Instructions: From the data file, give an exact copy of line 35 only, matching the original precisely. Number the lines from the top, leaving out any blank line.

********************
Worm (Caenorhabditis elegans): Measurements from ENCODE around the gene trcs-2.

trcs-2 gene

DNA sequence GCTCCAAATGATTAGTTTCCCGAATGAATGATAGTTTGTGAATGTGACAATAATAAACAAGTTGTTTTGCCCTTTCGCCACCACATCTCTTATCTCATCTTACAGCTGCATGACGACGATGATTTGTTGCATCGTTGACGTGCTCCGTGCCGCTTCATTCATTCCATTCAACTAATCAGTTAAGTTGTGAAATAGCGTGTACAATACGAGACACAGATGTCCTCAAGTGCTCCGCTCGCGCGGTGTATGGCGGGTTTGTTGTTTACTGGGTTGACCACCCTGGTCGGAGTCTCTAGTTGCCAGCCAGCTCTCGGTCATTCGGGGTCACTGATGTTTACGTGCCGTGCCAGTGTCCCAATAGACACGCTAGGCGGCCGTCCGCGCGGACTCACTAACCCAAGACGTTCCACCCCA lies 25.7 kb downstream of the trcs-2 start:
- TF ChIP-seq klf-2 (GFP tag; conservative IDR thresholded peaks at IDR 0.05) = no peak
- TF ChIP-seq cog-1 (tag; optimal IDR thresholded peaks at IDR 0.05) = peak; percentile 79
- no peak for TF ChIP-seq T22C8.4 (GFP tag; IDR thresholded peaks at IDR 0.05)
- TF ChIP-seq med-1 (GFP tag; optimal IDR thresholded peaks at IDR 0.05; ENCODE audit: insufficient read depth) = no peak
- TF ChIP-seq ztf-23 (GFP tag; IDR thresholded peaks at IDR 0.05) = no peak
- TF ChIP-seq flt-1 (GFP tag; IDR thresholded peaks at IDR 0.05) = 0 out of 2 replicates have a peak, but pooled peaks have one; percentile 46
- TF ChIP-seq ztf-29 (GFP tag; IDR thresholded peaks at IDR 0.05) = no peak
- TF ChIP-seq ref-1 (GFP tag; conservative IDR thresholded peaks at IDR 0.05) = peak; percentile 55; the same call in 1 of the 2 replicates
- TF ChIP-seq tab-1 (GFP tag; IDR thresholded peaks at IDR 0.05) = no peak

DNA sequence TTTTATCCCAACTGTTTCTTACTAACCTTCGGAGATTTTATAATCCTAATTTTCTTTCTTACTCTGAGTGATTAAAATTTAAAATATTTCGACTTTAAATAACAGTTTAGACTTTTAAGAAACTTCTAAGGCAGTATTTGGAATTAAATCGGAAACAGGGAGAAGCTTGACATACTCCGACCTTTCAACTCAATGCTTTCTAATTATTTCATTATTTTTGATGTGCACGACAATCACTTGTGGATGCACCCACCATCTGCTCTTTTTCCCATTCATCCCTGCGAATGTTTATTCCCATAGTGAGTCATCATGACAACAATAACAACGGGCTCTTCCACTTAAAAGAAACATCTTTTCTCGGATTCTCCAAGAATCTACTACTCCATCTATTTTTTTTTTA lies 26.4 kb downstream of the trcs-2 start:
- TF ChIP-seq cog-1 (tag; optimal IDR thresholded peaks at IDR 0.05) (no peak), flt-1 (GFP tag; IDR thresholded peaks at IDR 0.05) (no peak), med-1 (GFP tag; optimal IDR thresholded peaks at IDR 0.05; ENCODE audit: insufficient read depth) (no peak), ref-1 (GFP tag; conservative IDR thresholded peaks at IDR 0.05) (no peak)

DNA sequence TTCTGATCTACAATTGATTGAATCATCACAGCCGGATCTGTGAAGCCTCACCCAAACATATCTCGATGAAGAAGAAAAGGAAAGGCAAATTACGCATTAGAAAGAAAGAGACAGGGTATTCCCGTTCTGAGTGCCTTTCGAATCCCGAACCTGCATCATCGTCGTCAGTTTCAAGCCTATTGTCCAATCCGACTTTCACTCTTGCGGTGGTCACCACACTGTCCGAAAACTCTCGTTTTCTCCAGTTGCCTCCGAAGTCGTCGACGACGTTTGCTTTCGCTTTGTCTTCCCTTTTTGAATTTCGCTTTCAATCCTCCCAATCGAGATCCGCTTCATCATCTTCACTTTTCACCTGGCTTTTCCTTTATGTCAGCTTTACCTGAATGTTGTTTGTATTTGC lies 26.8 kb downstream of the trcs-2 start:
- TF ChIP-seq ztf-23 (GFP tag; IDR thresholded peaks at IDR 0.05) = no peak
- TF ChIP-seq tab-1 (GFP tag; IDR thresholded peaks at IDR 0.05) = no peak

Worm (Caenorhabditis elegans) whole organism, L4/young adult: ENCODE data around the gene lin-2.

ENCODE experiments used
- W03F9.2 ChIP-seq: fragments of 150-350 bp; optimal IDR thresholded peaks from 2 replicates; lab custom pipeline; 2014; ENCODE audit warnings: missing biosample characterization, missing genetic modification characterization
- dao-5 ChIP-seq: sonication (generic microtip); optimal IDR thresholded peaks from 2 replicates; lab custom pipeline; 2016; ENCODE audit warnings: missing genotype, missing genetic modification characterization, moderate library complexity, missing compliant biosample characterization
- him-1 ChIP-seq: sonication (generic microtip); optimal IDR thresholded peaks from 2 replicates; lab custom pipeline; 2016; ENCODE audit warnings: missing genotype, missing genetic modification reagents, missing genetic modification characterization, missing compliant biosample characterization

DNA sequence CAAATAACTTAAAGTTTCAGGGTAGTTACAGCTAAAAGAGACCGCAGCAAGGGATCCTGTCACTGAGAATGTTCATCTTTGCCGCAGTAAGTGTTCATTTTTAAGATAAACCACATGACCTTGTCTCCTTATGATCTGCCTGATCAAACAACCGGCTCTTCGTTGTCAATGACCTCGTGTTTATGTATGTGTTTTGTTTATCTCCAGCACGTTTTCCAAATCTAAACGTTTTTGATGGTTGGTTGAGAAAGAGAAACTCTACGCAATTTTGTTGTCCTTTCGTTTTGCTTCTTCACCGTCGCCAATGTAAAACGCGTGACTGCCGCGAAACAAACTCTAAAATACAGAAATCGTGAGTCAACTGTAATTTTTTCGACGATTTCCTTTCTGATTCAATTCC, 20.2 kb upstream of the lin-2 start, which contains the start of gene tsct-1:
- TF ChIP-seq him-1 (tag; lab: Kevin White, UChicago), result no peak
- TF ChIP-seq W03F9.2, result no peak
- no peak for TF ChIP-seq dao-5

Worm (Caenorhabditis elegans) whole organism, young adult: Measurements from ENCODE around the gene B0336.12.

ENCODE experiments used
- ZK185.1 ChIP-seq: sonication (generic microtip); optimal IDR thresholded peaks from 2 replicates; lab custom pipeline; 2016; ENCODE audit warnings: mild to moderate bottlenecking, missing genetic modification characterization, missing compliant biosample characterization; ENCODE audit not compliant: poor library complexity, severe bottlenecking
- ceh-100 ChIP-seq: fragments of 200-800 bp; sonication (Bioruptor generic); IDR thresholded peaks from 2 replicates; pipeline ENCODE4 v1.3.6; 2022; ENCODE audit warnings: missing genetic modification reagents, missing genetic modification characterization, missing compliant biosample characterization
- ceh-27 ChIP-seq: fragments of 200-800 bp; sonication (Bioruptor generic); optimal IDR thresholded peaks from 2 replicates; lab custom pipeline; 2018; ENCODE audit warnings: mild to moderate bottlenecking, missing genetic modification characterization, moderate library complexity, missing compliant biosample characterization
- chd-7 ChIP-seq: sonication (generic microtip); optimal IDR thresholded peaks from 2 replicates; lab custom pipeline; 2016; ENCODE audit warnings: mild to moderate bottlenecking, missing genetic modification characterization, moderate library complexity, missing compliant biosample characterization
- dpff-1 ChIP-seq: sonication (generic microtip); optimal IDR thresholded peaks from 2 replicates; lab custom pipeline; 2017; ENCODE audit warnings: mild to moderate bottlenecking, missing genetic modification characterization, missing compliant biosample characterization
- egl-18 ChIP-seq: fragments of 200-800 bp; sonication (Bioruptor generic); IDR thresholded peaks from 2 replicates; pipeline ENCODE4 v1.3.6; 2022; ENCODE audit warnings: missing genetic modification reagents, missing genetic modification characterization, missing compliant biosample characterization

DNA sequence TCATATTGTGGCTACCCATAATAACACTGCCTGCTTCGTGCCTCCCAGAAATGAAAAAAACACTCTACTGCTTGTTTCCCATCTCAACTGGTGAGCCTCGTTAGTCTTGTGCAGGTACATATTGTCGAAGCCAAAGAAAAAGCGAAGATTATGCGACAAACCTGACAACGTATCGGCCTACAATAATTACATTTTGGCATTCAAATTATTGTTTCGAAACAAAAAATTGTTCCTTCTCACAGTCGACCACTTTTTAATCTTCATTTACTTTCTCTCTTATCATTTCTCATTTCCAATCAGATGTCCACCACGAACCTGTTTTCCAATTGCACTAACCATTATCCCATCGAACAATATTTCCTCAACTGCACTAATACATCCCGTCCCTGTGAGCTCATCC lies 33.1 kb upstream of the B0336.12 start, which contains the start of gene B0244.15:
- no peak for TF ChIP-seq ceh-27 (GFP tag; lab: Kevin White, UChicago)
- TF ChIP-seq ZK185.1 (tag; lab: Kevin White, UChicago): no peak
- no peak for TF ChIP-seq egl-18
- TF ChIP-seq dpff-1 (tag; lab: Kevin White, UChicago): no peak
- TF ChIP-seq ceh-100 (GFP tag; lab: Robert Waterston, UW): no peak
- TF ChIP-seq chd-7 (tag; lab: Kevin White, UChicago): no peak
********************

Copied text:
DNA sequence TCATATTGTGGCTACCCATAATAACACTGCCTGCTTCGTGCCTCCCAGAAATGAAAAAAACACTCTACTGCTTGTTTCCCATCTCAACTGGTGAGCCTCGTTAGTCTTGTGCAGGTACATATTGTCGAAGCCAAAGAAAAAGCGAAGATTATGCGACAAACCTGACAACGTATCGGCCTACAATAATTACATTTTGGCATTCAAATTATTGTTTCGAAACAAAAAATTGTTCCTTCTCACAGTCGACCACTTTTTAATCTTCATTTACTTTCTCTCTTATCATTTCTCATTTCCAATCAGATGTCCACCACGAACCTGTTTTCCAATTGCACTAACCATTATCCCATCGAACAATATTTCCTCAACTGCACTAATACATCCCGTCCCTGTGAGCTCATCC lies 33.1 kb upstream of the B0336.12 start, which contains the start of gene B0244.15: